On August 19, 1951, Eddie Gaedel walked. Wow. Isn’t that amazing?
Oh, it might help if you knew that he was 3’7″ tall. As part of a publicity stunt from the infamous Bill Veeck, then owner of the St. Louis Browns, he got an at-bat in the second half of a double-header. He jumped out of a cake in between games and donned a jersey with the number “1/8” on the back. He drew a four-pitch walk and promptly retired with a 1.000 OBP. The next day, the MLB office voided his contract, and it required that all future contracts gain its approval before becoming official. Continue reading
Yes, it is time for baseball to show clemency, or mercy, for Roger Clemens. Its endless inquisition into the man’s past offers no gain. Oh wait, it isn’t baseball that is leading the crusade against the Rocket: that has been Congress. How could this possibly be a priority? With all of the problems in this country, they view Roger Clemens’ methods of preparation as an important subject to be looked into? Continue reading
If I’m running a team and I have a catching prospect who can swat the ball a little bit, you bet I’m begging him not to be a backstop. That’s right. Carlos Santana, Buster Posey, Jesus Montero, you name it. Same with the boys of yesteryear like Matt Wieters or even Joe Mauer. Why would I seemingly squander this possible gold mine? Because, in the long-term, catchers who hit simply don’t exist. Either they stop being able to catch or they stop being able to hit.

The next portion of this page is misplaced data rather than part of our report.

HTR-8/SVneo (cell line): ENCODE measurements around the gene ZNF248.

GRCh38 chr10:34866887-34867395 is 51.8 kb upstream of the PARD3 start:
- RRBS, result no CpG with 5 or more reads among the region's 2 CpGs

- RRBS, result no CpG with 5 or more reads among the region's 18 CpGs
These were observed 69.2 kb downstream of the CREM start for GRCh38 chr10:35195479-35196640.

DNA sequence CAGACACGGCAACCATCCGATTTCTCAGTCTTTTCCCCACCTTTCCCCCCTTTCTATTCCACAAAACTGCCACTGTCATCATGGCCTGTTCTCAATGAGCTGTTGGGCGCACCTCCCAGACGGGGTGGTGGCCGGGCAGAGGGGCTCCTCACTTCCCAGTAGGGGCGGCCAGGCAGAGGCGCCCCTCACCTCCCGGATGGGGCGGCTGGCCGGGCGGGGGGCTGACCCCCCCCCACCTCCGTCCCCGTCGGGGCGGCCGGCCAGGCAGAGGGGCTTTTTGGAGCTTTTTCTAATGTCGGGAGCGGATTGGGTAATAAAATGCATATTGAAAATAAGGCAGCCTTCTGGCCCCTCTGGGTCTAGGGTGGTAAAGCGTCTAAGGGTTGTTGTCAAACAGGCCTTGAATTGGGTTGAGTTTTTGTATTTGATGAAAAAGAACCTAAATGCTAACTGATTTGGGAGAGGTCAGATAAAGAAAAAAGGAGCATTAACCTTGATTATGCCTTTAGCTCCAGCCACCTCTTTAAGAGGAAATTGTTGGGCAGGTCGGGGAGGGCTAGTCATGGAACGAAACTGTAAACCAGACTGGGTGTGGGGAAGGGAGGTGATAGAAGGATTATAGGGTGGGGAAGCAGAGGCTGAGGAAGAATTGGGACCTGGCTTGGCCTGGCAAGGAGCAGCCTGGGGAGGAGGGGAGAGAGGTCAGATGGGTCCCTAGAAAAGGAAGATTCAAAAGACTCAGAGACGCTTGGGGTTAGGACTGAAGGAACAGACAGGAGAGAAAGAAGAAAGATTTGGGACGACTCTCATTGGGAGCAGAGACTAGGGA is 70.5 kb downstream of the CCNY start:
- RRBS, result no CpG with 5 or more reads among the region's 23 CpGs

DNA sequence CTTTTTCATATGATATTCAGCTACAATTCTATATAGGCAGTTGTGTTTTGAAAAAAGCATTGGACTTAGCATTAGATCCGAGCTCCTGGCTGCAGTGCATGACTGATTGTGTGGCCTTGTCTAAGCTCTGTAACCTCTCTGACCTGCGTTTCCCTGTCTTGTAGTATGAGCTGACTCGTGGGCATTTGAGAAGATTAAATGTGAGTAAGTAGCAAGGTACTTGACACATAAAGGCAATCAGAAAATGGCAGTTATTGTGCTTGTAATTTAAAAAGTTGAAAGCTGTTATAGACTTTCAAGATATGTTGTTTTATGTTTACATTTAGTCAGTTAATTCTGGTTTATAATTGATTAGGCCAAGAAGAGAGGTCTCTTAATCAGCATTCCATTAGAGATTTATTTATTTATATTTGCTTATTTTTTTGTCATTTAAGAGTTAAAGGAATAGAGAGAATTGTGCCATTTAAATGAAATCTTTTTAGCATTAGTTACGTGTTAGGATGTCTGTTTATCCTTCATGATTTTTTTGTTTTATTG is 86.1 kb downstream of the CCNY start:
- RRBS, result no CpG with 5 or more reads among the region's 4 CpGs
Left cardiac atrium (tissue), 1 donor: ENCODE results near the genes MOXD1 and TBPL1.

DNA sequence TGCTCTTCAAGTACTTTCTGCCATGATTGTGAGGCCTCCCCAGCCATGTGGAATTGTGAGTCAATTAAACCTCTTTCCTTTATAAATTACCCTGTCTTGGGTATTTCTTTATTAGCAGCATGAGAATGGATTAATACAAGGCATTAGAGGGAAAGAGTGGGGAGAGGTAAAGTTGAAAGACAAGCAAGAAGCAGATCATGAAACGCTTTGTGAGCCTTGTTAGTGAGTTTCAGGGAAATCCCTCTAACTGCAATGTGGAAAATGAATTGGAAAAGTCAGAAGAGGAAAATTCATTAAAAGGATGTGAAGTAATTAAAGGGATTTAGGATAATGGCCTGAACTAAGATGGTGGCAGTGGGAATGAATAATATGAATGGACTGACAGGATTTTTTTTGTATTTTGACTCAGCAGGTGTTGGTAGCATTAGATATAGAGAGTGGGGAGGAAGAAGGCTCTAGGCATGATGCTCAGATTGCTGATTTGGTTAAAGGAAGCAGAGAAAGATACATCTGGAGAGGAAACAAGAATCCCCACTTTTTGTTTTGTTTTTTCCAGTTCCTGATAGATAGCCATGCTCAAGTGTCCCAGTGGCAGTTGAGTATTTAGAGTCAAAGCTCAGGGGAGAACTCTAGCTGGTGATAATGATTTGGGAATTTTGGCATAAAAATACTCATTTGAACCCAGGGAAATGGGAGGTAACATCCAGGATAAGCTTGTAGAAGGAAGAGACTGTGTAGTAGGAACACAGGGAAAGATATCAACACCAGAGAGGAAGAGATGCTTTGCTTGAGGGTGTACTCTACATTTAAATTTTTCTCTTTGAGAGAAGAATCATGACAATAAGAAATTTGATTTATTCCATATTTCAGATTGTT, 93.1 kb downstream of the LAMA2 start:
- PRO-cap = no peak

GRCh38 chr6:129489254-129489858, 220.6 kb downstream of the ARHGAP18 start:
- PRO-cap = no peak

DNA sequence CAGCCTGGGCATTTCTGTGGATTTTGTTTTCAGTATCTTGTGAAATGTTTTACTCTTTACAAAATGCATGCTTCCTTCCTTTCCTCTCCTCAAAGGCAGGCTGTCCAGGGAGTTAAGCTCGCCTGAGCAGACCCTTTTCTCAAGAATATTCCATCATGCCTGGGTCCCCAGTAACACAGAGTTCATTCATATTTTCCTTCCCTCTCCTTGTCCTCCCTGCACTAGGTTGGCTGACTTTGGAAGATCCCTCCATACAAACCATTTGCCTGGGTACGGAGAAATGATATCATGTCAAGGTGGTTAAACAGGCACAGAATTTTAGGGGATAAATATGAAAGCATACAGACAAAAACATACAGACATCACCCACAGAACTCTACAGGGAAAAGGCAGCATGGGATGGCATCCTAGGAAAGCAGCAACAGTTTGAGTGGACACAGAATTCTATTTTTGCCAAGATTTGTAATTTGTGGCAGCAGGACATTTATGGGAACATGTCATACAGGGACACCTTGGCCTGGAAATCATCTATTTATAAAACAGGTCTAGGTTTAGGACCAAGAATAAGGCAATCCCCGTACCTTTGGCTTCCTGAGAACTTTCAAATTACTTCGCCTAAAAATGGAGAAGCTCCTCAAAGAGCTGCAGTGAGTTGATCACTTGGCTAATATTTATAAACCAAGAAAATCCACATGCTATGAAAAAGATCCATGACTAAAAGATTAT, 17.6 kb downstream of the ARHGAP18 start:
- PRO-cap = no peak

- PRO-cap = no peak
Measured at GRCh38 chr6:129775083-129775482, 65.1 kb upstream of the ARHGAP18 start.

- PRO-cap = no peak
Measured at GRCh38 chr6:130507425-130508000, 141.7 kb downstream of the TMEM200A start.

Enjoy it while it lasts, Joe.
As a man whose baseball consciousness began in the late 1990s, I have a significantly different perspective on Cal Ripken than most people I talk to. The Ripken that I know is the guy who hit .273 with 17 homers and an OPS below league average from 1996-2001. The Ripken that people talk about is the one who hit .276 with 22 homers and an OPS above league average from 1982-1995. Ok, so maybe Ripken’s prime is overrated. Let’s forget that for a moment, because Cal’s impact on the field is an argument for another day. What I want to talk about now is his supposed impact off the field.
Sorry, Cal, Tony Stark was the Iron Man first.